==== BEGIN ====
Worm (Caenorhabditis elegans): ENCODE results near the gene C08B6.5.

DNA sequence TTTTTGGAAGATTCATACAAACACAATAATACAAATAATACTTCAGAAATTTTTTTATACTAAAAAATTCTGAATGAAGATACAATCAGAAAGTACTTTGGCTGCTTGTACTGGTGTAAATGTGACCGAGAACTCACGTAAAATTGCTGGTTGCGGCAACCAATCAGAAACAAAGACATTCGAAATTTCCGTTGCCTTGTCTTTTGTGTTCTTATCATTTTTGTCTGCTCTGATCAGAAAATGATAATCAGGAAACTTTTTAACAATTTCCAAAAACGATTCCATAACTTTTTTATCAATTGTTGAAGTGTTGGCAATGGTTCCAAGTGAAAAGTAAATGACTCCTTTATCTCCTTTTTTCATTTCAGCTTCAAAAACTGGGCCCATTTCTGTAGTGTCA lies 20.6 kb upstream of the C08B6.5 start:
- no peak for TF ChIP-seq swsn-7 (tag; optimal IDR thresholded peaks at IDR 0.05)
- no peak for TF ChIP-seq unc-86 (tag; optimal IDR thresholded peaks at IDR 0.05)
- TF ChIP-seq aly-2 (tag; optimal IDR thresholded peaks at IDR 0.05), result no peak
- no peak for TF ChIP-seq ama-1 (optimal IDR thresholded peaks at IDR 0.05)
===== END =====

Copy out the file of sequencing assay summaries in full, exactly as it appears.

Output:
Worm (Caenorhabditis elegans): ENCODE results near the gene C08B6.5.

DNA sequence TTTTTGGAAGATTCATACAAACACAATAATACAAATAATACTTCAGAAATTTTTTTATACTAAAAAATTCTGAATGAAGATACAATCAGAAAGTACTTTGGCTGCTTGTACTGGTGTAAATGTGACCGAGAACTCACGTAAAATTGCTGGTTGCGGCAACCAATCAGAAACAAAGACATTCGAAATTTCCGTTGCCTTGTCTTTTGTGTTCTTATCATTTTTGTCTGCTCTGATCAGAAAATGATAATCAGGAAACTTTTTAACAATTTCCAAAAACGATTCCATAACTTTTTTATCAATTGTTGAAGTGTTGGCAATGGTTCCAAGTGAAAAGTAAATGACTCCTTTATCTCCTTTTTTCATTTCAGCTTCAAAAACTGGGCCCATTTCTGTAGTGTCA lies 20.6 kb upstream of the C08B6.5 start:
- no peak for TF ChIP-seq swsn-7 (tag; optimal IDR thresholded peaks at IDR 0.05)
- no peak for TF ChIP-seq unc-86 (tag; optimal IDR thresholded peaks at IDR 0.05)
- TF ChIP-seq aly-2 (tag; optimal IDR thresholded peaks at IDR 0.05), result no peak
- no peak for TF ChIP-seq ama-1 (optimal IDR thresholded peaks at IDR 0.05)